The final cryptomind discussed in “The Mind Club” is “The Self.”  It does make the important point that we do not entirely know ourselves.  Our conscious mind represents an infinitesimal part of our selves.  Only a limited amount of our mind is even accessible.  Very often we do not understand what we do or why we did it (See the healthy memory blog post, “Strangers to Ourselves”).  “Strangers to Ourselves:  Discovering  the Adaptive Unconscious” explains how we can use self-narratives and introspection to understand ourselves.  Note that Wilson is one of they key researchers documenting the errors of introspection.  Nevertheless he explains to us how we can learn to use our introspections to help ourselves.  I did not find any indication of his work in this chapter on “The Self.”

This entire chapter makes no reference to Kahneman, Tversky, or Stanovich.  These authors are discussed in healthy memory blog posts.  They, along with Wilson provide a meaningful conceptual structure for understanding the self.  This chapter rambles on and on to no good effect.

The worst part of this chapter is that it condemns free will.  Moreover, it uses Libet’s experiment (go to the Wikipedia to learn about this experiment) to condemn free will.  To quote, “Libet revealed that Free Will is an illusion.”  However, Libet himself did not conclude that Free Will is an illusion.  In fairness to the authors, many do cite Libet to support this conclusion. But this is a matter of sloppy scholarship.  The authors cherry pick the literature.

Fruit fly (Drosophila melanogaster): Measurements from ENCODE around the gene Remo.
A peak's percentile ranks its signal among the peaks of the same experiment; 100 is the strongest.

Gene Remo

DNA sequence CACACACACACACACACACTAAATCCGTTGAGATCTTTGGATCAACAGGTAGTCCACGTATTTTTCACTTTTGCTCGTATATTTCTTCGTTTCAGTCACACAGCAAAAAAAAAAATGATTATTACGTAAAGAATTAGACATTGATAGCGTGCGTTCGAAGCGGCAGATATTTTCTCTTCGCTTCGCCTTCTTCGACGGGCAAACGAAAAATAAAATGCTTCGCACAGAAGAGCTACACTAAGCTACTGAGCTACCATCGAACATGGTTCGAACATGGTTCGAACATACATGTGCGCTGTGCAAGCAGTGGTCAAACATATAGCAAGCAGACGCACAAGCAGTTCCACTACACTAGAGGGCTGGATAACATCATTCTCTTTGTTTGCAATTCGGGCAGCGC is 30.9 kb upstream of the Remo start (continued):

See the healhymemory blog post “Free Will.  This post reviews a book that provides an authoritative review of the issue.  Healthymemoy finds the philosophical arguments for Free Will compelling.  If one is not persuaded by the philosophical arguments consider the empirical data.  What is happening during meditation?  What is producing changes in the physical brain during meditation?  Placebo effects are based on the mind’s belief  can be seen in specific activities of the brain”

If philosophical arguments and empirical data are not sufficient, then do a cost/benefit analysis.
Who do you think will be healthier and more successful,
A believer in free will who believes the mind affects the brain and the body or
someone who believes that everything is determined and that they are only along for the ride.
The mind is going to be a central concept in all human endeavors.
QED

Please consider reading or rereading the healthy memory Post “The Relevance of Consciousness and the Brain to a Healthy Memory.”

© Douglas Griffith and healthymemory.wordpress.com, 2015. Unauthorized use and/or duplication of this material without express and written permission from this blog’s author and/or owner is strictly prohibited. Excerpts and links may be used, provided that full and clear credit is given to Douglas Griffith and healthymemory.wordpress.com with appropriate and specific direction to the original content.